An air for business: Frequent flyers make the most of their miles
TRAVERSE CITY – A tall, stylish publishing professional, Anne Lewis has learned a few things about air travel after logging in up to 60,000 miles a year. Her best tips for air travelers are these: avoid Chicago with every fiber of your being (delays); and, anyone with long legs will be more comfortable during their flight stretched out in an exit row (more room). Also, when traveling by air, you might not automatically think about your feet, but that would be a mistake. Give some serious thought to your footwear.
"I've learned that high heels have no place in an airport," Lewis said. "They're not good for running in when your first flight gets delayed and you barely make it to your connecting one."
Lewis is an award-winning picture book author and illustrator as well as publisher of Mackinac Island Press, a children's publishing company in Traverse City. She uses air travel to attend industry trade shows, book signings, and sales meetings that are usually scheduled outside the Midwest.
Adam Martin attends at least 30 sales meetings every year in his role as sales manager of Hagerty's Private Client Services division. He logs about 80,000 miles a year visiting clients, making presentations, and attending trade shows. Most of these flights are routine, with routine irritations. But one incident was a bit more startling.
"We were delayed because of mechanical issues and had to wait in the terminal for three hours while they serviced the plane, which meant they had to fly in the part and the mechanic to fix it," Martin said. "We were then at the mercy of available seats from Detroit to Traverse City. This was not the last of our troubles, however. Once our aircraft was fixed, the crew was going about their usual boarding routine when the mechanic who had just fixed the aircraft came running up the aisle and out the open door. Two seconds later the pilot swings open the cockpit door and exits the plane right after him. I looked out the window toward the wing and saw a fire hose stream of jet fuel pouring out of the wing."
That trip ended safely for Martin after airport crews cleaned up the spill without incident and he returned later that same evening to Traverse City. It was frightening, but Martin maintained his status as a frequent flyer, and says a good flight is simply one that arrives on time.
Jeff Corbin, who sold Corbin Design to his employees in 2005 and still chairs the TC Area Chamber's Air Services Committee, was once a major frequent flyer out of Traverse City. He has fond memories of the many air companions he encountered.
"During my heyday I particularly enjoyed my flights in and out of TVC because on any given day I might be sitting next to a world-class jeweler, a world-class designer of roller coasters, or a world-class plastic injection engineer," he said. "It reminded me of the importance of air service to Traverse City and caused me to redouble my efforts to keep (the air service) as close to world-class as possible."
The new president of Corbin Design, Mark VanderKlipp, wings it once a week on average, usually with Northwest through Detroit or Minneapolis. He sees many of the same people on business flights.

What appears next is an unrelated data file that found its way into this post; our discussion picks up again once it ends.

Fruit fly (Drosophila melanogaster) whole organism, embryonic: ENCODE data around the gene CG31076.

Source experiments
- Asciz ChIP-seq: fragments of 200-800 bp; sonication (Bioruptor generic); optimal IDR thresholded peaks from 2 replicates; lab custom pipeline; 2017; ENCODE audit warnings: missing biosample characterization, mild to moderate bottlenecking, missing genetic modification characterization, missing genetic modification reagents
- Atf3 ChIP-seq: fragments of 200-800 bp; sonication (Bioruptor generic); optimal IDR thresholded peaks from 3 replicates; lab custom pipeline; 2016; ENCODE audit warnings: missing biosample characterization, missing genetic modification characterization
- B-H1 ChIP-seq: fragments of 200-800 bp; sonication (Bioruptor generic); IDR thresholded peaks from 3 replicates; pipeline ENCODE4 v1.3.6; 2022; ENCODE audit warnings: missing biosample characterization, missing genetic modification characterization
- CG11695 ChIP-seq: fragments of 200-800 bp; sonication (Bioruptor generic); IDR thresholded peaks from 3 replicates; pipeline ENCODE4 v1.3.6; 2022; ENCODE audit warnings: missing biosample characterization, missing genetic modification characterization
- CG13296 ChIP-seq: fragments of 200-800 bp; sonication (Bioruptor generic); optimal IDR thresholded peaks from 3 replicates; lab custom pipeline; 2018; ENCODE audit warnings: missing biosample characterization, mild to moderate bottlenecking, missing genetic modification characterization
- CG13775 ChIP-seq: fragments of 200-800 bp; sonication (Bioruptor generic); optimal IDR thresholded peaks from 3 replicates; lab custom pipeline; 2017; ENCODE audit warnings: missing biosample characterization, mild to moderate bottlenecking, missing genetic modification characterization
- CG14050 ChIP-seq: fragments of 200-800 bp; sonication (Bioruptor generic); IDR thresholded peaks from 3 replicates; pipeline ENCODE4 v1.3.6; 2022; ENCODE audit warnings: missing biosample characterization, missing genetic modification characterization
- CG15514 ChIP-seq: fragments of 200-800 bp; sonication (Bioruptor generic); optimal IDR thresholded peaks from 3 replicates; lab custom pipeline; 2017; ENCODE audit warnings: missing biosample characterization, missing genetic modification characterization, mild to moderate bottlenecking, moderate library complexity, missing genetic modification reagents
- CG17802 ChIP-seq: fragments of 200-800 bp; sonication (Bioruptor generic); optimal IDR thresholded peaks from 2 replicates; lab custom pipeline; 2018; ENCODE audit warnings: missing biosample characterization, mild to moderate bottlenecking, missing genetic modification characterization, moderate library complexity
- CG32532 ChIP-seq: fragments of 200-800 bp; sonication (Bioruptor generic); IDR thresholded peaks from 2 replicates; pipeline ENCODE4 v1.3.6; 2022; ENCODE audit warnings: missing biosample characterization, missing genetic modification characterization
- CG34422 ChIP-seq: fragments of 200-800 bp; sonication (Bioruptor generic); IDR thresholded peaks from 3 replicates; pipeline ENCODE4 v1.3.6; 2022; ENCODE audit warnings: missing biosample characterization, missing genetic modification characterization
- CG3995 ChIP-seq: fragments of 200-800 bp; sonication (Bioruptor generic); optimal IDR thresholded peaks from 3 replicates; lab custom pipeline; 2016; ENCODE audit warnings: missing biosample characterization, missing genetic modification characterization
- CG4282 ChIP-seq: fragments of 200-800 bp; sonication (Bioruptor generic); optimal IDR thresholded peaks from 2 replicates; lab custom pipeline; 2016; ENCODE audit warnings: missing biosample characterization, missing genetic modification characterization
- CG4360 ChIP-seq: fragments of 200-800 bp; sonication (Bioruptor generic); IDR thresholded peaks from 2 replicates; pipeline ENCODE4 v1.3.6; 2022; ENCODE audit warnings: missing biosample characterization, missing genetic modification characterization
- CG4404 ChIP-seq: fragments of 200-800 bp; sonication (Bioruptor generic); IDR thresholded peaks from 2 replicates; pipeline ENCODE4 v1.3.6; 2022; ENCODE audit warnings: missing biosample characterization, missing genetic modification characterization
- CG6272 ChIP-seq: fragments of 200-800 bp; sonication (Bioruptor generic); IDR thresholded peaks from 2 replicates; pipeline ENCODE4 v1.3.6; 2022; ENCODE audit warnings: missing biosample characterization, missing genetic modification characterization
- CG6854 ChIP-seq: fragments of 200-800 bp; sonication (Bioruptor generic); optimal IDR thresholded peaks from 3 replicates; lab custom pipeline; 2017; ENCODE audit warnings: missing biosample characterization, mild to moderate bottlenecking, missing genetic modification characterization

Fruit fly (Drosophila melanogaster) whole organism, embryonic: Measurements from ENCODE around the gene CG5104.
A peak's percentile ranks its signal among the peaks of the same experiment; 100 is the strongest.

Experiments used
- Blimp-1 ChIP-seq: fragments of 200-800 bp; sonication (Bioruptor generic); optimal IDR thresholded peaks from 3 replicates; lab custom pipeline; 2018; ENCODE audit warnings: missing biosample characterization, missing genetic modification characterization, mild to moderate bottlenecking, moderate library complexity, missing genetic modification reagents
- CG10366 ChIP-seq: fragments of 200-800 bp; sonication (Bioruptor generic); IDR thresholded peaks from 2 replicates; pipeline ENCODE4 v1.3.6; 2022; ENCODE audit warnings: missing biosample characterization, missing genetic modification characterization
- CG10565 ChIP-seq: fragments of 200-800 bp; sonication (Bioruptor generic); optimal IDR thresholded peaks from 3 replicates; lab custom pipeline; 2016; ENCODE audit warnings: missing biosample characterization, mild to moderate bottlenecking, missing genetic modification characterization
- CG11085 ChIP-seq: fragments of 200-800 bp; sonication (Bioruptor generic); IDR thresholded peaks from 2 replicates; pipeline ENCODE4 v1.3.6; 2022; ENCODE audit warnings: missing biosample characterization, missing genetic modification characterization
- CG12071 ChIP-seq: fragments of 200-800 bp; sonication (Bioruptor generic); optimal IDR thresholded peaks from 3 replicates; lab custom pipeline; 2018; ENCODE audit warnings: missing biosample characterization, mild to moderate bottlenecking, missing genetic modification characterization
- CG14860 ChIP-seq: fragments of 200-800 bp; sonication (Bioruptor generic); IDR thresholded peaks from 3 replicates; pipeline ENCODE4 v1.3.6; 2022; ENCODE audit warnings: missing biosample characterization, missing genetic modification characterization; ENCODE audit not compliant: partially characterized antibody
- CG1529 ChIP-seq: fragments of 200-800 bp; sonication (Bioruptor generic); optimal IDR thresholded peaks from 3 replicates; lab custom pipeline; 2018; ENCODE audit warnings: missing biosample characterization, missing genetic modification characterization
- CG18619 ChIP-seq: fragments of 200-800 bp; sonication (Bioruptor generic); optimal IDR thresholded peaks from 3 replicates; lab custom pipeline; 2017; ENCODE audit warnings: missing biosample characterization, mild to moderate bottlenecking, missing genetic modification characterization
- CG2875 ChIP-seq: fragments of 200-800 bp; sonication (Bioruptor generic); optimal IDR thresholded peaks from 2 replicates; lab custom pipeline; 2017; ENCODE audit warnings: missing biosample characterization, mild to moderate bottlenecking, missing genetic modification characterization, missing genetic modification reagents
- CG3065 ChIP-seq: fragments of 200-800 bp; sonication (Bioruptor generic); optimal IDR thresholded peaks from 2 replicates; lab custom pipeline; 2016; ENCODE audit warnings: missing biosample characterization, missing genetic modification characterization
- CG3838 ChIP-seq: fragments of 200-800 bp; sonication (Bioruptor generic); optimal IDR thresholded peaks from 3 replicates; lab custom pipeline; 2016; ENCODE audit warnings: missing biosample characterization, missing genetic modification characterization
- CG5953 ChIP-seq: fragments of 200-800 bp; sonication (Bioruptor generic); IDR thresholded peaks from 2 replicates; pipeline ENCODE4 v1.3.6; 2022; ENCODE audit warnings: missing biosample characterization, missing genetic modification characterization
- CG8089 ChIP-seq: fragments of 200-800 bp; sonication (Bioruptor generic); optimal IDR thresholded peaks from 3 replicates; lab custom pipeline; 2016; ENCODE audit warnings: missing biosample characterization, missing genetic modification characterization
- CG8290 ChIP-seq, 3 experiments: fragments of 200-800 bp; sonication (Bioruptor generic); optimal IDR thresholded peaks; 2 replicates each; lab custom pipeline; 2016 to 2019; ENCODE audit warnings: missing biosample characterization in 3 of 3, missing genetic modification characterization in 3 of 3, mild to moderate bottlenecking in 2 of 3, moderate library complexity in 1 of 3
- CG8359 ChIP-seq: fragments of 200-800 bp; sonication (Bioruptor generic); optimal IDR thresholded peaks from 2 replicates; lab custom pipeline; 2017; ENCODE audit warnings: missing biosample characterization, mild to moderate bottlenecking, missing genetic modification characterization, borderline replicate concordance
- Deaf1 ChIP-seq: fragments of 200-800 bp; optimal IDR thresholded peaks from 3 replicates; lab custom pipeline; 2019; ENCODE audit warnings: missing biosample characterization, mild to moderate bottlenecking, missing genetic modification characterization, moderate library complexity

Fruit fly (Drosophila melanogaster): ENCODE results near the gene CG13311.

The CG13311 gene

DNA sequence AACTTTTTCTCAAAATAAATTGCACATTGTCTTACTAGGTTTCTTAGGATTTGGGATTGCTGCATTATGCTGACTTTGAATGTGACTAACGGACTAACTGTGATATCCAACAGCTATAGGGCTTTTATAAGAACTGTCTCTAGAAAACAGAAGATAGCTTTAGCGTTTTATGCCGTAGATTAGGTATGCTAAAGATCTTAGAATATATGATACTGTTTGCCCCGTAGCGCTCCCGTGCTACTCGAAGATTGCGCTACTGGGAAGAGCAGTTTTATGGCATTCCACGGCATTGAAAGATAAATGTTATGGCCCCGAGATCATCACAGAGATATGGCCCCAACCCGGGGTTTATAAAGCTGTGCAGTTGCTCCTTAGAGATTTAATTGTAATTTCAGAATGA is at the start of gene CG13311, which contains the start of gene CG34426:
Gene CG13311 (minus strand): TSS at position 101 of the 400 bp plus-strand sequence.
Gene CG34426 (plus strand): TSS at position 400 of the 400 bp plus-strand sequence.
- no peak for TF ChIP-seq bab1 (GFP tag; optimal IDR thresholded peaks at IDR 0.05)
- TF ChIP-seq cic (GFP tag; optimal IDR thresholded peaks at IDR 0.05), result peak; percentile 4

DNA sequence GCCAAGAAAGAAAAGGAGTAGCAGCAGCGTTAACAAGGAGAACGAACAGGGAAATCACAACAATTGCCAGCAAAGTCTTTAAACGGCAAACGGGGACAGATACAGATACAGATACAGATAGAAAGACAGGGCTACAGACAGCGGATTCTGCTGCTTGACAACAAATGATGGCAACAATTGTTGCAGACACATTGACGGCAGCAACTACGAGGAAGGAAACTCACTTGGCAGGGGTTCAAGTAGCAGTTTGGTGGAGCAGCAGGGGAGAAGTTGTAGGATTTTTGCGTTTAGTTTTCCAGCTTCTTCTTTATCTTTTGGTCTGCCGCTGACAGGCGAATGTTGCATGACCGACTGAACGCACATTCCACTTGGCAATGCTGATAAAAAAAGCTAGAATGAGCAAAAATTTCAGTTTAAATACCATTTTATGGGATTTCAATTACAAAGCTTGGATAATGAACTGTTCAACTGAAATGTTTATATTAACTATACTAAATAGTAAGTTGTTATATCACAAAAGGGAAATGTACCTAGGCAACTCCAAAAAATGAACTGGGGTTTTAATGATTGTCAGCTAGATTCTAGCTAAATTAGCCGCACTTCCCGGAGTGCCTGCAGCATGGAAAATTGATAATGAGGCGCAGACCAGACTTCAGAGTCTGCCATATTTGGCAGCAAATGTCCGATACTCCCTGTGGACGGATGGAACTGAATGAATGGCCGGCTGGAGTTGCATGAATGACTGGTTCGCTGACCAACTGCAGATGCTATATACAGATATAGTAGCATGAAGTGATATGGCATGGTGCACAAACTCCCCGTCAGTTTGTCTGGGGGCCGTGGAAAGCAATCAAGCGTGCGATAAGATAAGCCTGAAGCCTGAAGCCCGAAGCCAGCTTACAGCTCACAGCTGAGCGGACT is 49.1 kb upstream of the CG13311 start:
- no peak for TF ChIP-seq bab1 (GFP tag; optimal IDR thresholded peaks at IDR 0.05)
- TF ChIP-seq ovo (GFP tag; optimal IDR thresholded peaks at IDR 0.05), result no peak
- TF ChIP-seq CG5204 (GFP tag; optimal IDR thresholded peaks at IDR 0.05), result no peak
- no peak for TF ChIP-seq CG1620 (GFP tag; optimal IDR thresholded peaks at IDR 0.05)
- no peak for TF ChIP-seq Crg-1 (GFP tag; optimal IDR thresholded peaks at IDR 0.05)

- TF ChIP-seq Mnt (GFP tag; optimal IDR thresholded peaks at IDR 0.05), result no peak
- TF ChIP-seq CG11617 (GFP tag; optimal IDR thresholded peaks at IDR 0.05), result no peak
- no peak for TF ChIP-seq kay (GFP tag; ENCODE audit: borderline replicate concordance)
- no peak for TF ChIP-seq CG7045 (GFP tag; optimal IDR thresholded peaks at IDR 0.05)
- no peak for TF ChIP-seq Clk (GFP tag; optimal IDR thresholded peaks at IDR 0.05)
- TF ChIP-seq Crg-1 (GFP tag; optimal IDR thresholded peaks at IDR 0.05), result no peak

"Last week I flew to Akron through Detroit and saw others who had done a down and back in one day. Those are brutal-and all four legs of my flight were delayed."
He says flying in and out of TC is "much improved" since the new terminal opened.
"The security check-in is always quick and courteous, and very thorough."
His pet peeve is with the lack of Northwest and United flights during off-peak times.
"During the summers there are more flights, especially on Northwest, but other times during the year we are often forced to wait in O'Hare or Detroit. I have no idea how many hours of my life have been spent in purgatory in either of those two places, but if I had a nickel for every one, I'd be a rich man!"
Cindy Warner, vice president of Salesforce.com, a San Francisco-based software company, and managing partner of Northpointe Food Ventures, which owns J&S and The Boathouse in Traverse City, and the Village Inn and Zaccaro's in Charlevoix, has learned to deal with delays. Her latest definition of a good flight is one where they've saved her a seat.
"The issue that just irritates me to no end is when you buy a full fare ticket and they don't have a seat for you," she said. "When you buy a car you wouldn't go to the car dealer and have them say, 'Sorry, we don't have your car. We sold too many.' The airlines oversell flights because they have no-shows. But if someone pays for a seat, they should get a seat."
Warner regularly clocks 250,000 air miles a year. That's about the distance from the earth to the moon. Or 20 trips to Australia.
"I had a house in Florida," she said. "I sold it because I just didn't have the need to get on a plane and fly down there. In all fairness, I'd really rather just stay home on vacation and relax."
Though Salesforce.com is focusing more on efficiency and may substitute a web cam for some of Warner's air miles, she might want to consider the recent decision made by the leaders of Salamander Technologies. Founders Russ Miller and Mike Whelan were spending so much time waiting around in airports, they bought their own plane, a Cessna Centurion. It seats six, four comfortably, and is used primarily for trips under 750 miles.
"It has saved us a huge amount of time that we used to spend just waiting around," said Whelan. "For example, you can drive to Green Bay in eight hours or fly there in five if you count airport time. With the plane and our pilot, I can be there in 45 minutes."
Cessna Centurions go for anywhere from $125,000 to $350,000, approximately. For Salamander, the break-even point of owning their own plane came when it was used for 100 flight hours a year. "More and more though, the dollar isn't the only factor. People's time is just as important." BN